Lazy, corrupt?  Not R.M. Kupolati.  Those who knew him in the army always talk at length about his hard work but above all, about his always being a very contented man.  That is the Rufus that we who knew him outside his professional world also saw.  Retiring from the army as head of the Armed Forces PTF, he had, at various times been in sensitive positions that most Nigerians would have seen as outlets for self en-richment: he was at one time in charge of clearing the ports; he commanded ECOMOG, etcetera, but he left all these positions as he entered: untainted by the grime that most armed forces top brass always bathe in.

He led an ascetic life, often fasting for what amounted to about a quarter of the year, a fact reluctantly volunteered to stop my incessant offer of “at least a coke.”  He was a cautious, meticulous and humble man.  Rufus was not one to throw his weight around – never had much of the physical type – or use his positions to ask for preferential treatment.  He would go into a bank and take his turn on a queue; he lost a piece of land to Lam Adesina’s government at one of Ibadan G.R.As but refused to see anybody to get the land or his money back even though he had planned to make Ibadan his primary residence from where he could make quick trips to his beloved “village”, Ijumu in Kogi State.  Incredible as it may sound, Rufus once spent about an hour at a police check point (as a general, though not in uniform) with you-know-who, being asked for all sorts of documents, both current and extinct before being forced to reveal his identity.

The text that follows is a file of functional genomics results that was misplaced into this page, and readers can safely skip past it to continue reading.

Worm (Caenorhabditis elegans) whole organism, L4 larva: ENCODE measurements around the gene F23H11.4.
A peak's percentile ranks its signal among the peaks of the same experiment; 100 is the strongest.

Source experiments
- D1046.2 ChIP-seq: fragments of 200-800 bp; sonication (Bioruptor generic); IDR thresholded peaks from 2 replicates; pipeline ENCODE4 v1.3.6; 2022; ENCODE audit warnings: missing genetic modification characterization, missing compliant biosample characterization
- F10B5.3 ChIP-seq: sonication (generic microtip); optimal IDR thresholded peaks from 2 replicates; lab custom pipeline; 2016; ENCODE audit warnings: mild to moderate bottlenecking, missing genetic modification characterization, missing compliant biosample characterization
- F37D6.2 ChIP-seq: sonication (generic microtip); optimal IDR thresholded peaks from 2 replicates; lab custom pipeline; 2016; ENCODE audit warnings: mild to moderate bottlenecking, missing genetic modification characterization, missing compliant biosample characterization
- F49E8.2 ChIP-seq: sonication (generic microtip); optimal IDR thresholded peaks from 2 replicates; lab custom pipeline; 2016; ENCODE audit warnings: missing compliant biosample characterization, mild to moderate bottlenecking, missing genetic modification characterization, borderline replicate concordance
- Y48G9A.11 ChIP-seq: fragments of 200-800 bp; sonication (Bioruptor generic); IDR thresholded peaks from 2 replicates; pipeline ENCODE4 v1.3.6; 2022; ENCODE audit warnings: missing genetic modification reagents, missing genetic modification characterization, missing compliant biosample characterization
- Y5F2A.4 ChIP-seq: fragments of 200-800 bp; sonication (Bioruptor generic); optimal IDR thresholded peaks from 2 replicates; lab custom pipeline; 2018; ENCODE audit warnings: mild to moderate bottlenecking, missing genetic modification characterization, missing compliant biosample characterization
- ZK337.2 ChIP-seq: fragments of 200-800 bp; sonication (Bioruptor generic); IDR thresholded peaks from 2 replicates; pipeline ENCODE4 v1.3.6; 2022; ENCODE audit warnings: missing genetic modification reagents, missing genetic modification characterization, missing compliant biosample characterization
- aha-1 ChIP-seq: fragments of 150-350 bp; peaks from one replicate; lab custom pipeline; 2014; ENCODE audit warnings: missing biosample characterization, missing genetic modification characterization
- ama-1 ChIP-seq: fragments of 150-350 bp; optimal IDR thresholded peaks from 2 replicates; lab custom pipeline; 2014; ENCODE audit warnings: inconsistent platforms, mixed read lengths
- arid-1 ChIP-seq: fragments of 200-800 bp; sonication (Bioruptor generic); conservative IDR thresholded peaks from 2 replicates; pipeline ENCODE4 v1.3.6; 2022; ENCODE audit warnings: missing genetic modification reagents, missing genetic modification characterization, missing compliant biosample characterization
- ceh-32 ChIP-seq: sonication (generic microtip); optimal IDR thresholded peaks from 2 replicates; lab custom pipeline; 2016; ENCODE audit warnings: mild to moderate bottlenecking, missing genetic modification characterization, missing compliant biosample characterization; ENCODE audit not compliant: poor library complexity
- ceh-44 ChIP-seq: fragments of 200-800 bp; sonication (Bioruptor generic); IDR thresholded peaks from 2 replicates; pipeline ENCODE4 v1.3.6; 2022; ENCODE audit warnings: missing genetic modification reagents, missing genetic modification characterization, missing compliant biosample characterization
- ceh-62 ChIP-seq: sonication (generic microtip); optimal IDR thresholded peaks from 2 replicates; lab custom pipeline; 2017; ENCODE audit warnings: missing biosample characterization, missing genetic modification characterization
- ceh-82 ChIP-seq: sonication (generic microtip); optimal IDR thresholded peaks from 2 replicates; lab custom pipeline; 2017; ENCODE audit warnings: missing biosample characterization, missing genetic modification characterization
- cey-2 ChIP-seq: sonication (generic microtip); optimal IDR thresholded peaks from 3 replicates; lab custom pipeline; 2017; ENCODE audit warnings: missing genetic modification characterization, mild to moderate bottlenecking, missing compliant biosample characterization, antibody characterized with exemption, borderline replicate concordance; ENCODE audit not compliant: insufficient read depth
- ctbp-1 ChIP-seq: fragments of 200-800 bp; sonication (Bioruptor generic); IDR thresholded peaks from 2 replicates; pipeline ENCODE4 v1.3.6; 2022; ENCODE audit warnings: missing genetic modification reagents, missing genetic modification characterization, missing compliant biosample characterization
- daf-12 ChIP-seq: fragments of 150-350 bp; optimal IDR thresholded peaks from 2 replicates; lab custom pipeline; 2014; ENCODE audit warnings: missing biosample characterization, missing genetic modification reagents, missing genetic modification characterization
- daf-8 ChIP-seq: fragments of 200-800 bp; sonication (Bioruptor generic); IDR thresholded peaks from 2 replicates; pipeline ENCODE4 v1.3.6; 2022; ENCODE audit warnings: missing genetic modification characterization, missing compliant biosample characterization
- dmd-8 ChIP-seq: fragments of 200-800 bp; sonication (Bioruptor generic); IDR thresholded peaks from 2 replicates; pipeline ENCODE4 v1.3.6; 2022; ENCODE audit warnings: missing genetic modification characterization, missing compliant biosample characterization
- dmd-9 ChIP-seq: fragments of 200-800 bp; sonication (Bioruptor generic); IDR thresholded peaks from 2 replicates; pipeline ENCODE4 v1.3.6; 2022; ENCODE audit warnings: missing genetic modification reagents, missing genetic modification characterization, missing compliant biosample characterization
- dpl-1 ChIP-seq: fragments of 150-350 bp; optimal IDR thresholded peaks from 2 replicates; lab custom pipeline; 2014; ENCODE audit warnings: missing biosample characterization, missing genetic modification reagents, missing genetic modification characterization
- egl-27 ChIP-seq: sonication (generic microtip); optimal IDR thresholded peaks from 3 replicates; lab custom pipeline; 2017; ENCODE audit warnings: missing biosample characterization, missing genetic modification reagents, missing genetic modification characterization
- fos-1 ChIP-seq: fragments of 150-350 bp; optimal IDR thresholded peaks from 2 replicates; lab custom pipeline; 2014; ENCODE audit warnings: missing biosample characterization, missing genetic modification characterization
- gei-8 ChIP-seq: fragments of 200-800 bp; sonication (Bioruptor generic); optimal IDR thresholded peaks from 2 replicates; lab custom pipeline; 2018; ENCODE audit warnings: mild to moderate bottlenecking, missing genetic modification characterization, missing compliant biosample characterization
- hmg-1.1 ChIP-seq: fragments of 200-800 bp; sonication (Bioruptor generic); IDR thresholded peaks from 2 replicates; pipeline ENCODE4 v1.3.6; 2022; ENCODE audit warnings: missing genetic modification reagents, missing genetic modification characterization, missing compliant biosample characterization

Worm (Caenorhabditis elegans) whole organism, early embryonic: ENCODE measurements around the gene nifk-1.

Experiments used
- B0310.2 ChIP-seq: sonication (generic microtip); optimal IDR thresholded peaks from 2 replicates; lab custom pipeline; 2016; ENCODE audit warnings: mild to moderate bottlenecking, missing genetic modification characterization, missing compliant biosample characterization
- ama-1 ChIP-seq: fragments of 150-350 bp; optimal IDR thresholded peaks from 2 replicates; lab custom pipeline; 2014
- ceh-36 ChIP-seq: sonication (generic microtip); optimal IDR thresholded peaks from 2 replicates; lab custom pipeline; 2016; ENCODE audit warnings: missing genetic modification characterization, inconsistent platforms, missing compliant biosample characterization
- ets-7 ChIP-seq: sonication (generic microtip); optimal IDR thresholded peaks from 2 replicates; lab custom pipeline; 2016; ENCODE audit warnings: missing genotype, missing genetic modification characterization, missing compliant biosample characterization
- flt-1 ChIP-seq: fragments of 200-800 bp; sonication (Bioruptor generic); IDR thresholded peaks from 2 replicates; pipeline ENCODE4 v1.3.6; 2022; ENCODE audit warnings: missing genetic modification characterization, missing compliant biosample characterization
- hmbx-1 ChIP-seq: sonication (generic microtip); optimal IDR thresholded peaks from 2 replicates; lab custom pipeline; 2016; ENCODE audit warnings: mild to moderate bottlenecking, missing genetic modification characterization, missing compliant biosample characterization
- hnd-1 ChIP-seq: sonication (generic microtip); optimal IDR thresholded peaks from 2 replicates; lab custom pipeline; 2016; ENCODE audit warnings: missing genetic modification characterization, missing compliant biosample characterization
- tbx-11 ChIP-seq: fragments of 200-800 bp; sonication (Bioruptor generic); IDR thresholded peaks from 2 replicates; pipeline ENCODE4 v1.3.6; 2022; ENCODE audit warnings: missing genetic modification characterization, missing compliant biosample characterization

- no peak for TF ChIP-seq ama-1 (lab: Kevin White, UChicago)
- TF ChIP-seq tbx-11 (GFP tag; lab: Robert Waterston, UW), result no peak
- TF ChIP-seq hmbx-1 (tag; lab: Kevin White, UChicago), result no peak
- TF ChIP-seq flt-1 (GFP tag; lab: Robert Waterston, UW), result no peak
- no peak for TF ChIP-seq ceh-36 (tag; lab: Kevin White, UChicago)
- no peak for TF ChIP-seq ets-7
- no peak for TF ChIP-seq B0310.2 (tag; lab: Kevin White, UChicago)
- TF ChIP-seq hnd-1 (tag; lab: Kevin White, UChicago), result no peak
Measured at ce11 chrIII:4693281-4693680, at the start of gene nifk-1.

Talking of Ijumu which he always fondly referred to as ‘village’ – mo nlo si village; mo ti wa ni village l’e se gburo mi (I’m en route to the village; you did not hear from me because I have been in the village), Rufus, like most Ekitis (of course we Ekitis know that the whole of that area is physically and culturally  Yoruba-Ekiti) loved his place of birth and he travelled there from Lagos more often than somebody in Ikoyi would visit Ikeja.

 

As one ponders the nightmare of your demise, what comparison comes to mind to describe your steadfastness, your reliability, your loyalty, your being different from the Nigerian Character, etcetera than to turn to Literature which you loved so much, as we send you forth?  Some words from a favourite literary work you loved enough to remember most of its lines off head even into your 50’s; Shakespeare’s Julius Caesar seems apt.

 

As the trap had been meticulously set for Caesar by the conspirators and he had walked right into it in spite of his wife’s dreams which caused him only momentary caution, Caesar uttered these immortal words in response to Cassius’ plea for pardon for Publius Cimber:

 

… constant as the Northern Star

 

The skies are painted

with unnumb’red

sparks,

They are all fire and

every one doth shine;
But there’s but one in

all doth hold his

place.

 

Go forth, Rufus Modupe Kupolati, on a journey long-ordained even before Thursday, February 24, 2005 when you met one of those killer overtaking –without-caring-drivers; and for us, we can, in spite of this very painful blow, still ask of death “where is thy sting” because your memories, good work and unique-ness will always be with those whose paths crossed yours while here.

The Comet on Sunday February 2005
[Seven years ago today, General Kupolati died on the Abuja-Lokoja Road in an accident.]

 

 

No tags for this post.